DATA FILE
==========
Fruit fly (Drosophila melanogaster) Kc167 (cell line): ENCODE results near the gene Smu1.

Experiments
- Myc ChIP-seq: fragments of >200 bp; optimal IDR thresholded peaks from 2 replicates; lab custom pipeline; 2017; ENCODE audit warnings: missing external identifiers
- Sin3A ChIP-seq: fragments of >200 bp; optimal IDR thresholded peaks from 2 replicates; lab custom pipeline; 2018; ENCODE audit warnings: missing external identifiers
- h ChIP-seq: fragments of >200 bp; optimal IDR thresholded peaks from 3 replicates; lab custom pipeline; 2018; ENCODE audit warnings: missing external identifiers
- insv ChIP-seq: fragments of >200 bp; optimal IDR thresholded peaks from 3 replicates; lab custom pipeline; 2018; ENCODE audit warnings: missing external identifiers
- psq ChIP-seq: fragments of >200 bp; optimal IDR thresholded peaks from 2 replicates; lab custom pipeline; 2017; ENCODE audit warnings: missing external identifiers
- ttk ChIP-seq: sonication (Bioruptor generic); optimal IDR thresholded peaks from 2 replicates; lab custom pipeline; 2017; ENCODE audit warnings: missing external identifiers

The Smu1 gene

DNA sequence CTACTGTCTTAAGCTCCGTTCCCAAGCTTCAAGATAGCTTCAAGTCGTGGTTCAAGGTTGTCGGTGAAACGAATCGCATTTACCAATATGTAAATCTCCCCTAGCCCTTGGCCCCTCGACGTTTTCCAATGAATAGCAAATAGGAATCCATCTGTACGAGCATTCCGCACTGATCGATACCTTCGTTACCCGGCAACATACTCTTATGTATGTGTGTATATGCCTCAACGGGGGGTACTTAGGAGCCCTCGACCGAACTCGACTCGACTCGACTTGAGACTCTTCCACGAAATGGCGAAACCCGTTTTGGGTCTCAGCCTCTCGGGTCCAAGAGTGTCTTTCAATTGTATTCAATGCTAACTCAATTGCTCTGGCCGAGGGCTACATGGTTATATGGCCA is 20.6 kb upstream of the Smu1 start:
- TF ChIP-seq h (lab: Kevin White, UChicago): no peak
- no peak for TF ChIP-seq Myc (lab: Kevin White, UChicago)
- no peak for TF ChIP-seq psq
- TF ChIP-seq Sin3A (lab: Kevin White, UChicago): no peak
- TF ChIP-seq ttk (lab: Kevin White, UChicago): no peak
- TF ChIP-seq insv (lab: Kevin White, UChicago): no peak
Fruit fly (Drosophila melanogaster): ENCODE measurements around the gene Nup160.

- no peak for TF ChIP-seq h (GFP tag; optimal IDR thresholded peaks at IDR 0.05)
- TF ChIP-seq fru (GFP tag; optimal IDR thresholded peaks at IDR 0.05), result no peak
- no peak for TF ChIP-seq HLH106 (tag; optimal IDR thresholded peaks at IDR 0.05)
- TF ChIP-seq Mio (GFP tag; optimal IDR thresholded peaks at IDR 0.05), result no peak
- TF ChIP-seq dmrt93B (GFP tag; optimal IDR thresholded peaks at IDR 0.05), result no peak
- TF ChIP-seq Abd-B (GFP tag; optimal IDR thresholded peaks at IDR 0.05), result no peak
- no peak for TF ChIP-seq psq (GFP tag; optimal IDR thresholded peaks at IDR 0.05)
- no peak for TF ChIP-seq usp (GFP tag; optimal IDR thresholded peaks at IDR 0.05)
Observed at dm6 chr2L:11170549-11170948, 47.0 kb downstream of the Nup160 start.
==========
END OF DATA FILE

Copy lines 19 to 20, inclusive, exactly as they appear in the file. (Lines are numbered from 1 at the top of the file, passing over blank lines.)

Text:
- TF ChIP-seq fru (GFP tag; optimal IDR thresholded peaks at IDR 0.05), result no peak
- no peak for TF ChIP-seq HLH106 (tag; optimal IDR thresholded peaks at IDR 0.05)